Though we met in New Hampshire, ours is a Baltimore love story. We started dating up north, but it just so happened that he was moving back to his hometown Baltimore, while I, a recent and idealistic college grad, was heading to DC to try to make my mark in politics. We decided to keep things going. Two years and a lot of MARC trains later, I realized I wanted to give journalism – and Charm City – a try. I’ve spent the last four years falling more in love with this town – and my now-husband – than I ever thought possible.

Baltimore sheltered both of us while we pursued our dreams. The rich arts scene and low rents helped him guide his band, Lower Dens, to a level of success few achieve in the music world. I started working as the producer for The Marc Steiner Show, steeping myself in Baltimore’s culture and politics, while in my off-hours I participated in the city’s underground theatre community.

When we traveled to New Hampshire in early September to get married after six years together, more than 50 of our Baltimore friends made the trek to be there with us.

I’ve been married for only two months, but I’ve already found that as one older friend advised me, “somehow, indefinably, it changes things.” For me one of the best parts is that now that I can call him my husband, people seem instinctively to understand some of the tremendous friendship and love and trust and history that marks our relationship. But of course there are more worldly benefits as well – for example, he now can get health insurance through my Fulbright fellowship, a serious concern of ours because his Type 1 diabetes requires insulin for which the out-of-pocket cost would quickly throw our new household into the red.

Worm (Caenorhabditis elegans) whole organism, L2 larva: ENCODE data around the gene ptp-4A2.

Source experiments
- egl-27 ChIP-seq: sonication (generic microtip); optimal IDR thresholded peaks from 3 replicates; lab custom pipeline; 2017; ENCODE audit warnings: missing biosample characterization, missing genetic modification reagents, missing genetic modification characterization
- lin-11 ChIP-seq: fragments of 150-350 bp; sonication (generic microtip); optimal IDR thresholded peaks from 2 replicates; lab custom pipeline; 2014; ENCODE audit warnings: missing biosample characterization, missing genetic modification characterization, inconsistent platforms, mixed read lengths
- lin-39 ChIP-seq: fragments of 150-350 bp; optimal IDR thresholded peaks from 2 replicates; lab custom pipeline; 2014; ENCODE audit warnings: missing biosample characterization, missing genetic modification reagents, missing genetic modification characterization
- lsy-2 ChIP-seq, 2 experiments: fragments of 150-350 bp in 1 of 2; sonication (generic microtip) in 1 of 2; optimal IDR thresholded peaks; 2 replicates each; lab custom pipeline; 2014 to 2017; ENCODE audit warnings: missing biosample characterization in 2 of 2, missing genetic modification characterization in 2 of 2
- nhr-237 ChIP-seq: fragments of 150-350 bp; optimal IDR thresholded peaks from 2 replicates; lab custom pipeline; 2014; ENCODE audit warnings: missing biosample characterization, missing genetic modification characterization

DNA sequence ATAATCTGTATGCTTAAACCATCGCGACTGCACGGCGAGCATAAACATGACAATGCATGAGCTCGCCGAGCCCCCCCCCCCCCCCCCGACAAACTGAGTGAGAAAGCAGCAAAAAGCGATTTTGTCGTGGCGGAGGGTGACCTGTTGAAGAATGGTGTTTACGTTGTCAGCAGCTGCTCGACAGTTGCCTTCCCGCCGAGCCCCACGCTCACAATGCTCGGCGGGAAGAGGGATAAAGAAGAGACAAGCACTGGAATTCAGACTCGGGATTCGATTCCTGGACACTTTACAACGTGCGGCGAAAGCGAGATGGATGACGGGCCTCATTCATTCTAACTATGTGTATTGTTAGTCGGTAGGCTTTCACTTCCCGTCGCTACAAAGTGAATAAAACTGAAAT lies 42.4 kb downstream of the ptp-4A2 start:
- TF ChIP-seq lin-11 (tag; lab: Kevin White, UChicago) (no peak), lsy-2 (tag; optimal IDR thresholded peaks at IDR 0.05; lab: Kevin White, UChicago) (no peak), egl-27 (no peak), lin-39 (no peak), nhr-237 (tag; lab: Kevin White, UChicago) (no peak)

I feel the blessing of these privileges very, very keenly. Because before my Baltimore love story, I had only ever been in love with women. I had accepted that I might never get to enjoy the benefits – logistical and symbolic – that marriage confers.

Deciding to marry was complicated for me. Many straight friends speak of the pain of marrying knowing that gay friends and family can’t. On top of that I wondered how I could in good conscience take advantage of rights that my younger self had no right to. I am the same. At its core, my love is the same. Why am I treated so differently?

We ultimately decided that our marriage could serve as an affirmation of our commitment to equality. New Hampshire is a state that recognizes equal marriage rights, and so with tremendous happiness we exchanged vows in the mountains where we met.

I am so proud that my adopted home state of Maryland has just made a similar commitment to love and equality. With gratitude for my new partnership and joy in my heart, I offer my thanks to the voters who have given everyone in Baltimore – and the state – a chance to have a love story like mine.